BRUNSWICK — Jesse Devereaux’s resilience on the football field is nothing new to his father.

Dan Devereaux recalled a particularly foreshadowing incident from Jesse’s childhood. At age 3, the future Brunswick High linebacker was running around the living room when he fell and hit his head on the corner of a coffee table – leaving a sizable dent.

“He was stunned but he didn’t cry,” said Dan Devereaux, who is an assistant coach with Brunswick’s football team. “He just carried on with what he was doing, running around with a dent in his forehead.”

The Dragons have benefited from Jesse Devereaux’s energy and toughness this season. The 5-foot-7, 160-pound senior has played a critical role in helping them advance to the Class B state championship game for the third consecutive year. Brunswick (10-0) will play Kennebunk (11-0) on Friday night in Orono, with the Dragons seeking their first state title since 1963.

“I’ve always been small,” Devereaux said. “But, I don’t know, if you have heart, you can do anything.”

This season Devereaux has 72 tackles, four sacks, three forced fumbles, three fumble recoveries, two interceptions and 11 hits for losses.

Devereaux doesn’t view his size as a disadvantage. He’s quick and agile, and said he can hide behind defensive linemen out of the opposing blockers’ sight.

“If you just use your head, you can kind of outthink kids,” Devereaux said before pausing. “It’s definitely not an advantage to weigh 100 pounds less than the kids you’re getting blocked by, though. I try to stay away from the big guys.”

On offense, Devereaux’s speed is an asset at running back. He has rushed for 741 yards and 10 touchdowns, thrown for two touchdowns and has another 100 yards in receiving. In his three years on offense, he has 20 touchdowns and 1,882 total yards as a runner, passer and receiver.

“He’s one of those kids that can do everything,” said Coach Dan Cooper, adding Devereaux is one of the few players on his team who plays offense and defense.

“He may be the smallest guy on the field but he’s probably the toughest guy out there. He’s athletic, fast, smart – he’s a coach’s dream.”

As a coach, Dan Devereaux said Jesse’s “fearless mentality” and “reckless abandon” as a football player is good. But as a parent?

“It’s nerve-racking – he takes some pretty good hits,” Dan Devereaux said. “But he’s worked hard and taken his lumps.”

Jesse Devereaux recently injured his ankle, which Cooper said won’t keep him from playing Friday night. Aside from that, Devereaux said he’s been fortunate with injuries this year. Last season he suffered a torn quad muscle and a broken hand or – as he described – “nothing serious.” He didn’t miss a game and played in the 2015 playoffs with a cast.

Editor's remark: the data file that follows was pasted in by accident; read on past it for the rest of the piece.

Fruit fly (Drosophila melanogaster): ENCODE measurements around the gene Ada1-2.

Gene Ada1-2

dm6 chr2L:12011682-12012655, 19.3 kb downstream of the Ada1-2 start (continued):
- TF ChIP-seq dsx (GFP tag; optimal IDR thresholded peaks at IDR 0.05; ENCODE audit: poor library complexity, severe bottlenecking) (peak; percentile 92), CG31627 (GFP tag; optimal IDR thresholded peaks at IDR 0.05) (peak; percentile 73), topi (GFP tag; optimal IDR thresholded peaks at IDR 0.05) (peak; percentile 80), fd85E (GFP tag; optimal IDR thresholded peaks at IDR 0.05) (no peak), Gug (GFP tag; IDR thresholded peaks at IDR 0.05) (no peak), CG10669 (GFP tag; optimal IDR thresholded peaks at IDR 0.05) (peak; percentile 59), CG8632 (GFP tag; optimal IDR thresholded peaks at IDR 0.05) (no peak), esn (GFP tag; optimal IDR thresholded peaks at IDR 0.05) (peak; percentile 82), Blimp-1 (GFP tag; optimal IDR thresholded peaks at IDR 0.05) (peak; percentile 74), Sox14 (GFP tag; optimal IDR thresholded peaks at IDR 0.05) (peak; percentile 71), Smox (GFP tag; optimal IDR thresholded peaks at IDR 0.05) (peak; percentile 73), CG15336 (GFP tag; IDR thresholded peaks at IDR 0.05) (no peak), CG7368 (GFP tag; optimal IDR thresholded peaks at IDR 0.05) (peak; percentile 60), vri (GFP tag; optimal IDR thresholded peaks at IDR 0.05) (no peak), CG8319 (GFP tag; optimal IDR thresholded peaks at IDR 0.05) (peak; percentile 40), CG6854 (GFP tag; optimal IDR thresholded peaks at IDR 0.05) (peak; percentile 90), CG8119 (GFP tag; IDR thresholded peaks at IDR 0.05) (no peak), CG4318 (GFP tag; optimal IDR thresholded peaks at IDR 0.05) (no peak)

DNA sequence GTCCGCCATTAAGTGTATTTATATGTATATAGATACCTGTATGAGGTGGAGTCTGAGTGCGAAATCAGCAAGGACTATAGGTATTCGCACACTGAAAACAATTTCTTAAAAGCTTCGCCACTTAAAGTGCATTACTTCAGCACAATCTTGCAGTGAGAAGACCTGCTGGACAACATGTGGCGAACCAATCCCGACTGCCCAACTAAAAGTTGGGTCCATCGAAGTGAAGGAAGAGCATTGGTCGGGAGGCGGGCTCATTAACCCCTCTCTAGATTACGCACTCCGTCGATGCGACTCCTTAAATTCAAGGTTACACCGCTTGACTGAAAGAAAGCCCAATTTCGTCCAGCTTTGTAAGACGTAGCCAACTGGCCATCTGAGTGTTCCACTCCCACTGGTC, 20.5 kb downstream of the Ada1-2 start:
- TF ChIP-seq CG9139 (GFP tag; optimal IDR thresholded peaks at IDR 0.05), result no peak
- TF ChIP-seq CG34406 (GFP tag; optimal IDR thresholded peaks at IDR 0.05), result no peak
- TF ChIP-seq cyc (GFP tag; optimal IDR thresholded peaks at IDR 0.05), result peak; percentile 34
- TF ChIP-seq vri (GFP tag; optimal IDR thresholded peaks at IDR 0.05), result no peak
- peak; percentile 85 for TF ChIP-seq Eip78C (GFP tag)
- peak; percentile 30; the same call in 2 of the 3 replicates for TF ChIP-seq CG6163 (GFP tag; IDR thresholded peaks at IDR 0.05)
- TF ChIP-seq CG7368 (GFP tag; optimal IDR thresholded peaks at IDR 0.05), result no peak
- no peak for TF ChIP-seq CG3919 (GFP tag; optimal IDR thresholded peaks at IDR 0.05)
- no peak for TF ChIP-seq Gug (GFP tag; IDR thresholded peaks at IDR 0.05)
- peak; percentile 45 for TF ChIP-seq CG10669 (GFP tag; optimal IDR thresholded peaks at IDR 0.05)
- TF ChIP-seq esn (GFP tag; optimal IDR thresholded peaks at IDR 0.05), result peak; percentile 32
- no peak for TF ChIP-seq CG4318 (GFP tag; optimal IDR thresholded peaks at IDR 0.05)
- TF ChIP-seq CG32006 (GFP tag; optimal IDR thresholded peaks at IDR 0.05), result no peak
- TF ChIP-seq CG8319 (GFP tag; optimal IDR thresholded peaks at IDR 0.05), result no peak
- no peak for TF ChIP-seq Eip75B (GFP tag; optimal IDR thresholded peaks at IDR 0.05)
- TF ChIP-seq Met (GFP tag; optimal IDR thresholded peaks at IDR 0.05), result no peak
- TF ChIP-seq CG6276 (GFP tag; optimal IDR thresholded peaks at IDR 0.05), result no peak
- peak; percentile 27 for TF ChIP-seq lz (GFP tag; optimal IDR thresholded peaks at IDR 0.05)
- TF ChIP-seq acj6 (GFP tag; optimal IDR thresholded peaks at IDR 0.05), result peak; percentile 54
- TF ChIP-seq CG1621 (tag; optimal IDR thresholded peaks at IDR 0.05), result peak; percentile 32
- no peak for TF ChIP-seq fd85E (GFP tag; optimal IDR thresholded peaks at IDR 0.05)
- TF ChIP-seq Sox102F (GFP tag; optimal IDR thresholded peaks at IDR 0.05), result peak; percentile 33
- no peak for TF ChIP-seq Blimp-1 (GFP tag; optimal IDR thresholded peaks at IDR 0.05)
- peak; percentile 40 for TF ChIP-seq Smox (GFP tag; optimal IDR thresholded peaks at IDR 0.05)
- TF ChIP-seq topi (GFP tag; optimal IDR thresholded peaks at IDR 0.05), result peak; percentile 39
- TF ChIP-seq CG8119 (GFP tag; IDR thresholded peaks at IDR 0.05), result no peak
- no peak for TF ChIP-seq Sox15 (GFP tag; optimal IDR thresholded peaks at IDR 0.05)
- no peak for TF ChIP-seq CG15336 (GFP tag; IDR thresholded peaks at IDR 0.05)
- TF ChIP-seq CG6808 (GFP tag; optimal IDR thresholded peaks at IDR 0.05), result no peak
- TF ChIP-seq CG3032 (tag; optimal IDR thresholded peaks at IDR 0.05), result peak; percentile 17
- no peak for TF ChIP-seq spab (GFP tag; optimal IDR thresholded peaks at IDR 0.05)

His teammates said Devereaux isn’t much different off the field. When asked about Devereaux’s personality, Sam Dorval didn’t hesitate.

“Hardcore – go hard or go home,” said Dorval, a junior linebacker.

“Jesse is tremendous. He’s just a leader and makes everyone play the best they can. He always tries to rally everyone up. If someone makes a bad play, he encourages them.”

Or yells at them, as another teammate noted – whatever the situation needs. Devereaux said he’ll “be in your face trying to get you pumped up” or “trying to get the crowd going if given the opportunity,” though he’s rarely on the sideline.

“The defense is solid and Jesse is that spark,” Dan Devereaux said, “but he wouldn’t be anywhere without the linemen who block for him.”

Devereaux is quick to credit his teammates – particularly defensive tackles Sullivan Boyd, Garrett Compton and Bailey Pelletier – with making him “look a lot better.” Brunswick has held eight opponents to 15 points or fewer. But for a team best known for not punting in nine straight games and averaging 53 points in the regular season, its defense gets overlooked.

“It’s exciting to watch teams score, but we take a lot of pride in our defense,” Devereaux said. “If we can keep them out of the end zone, I know we can win.”

Big stops on 2-point conversions earned the Dragons their 14-12 victory over Brewer for the Northern Maine title as well as the opportunity to end their two-year state final losing streak. It was also Devereaux’s last home game – a “bittersweet” moment. In his three years on the team, the Dragons have never lost on that field.

“If we can win with 14 points, our defense is doing something right,” he said. “They say offense wins games and defense wins championships.”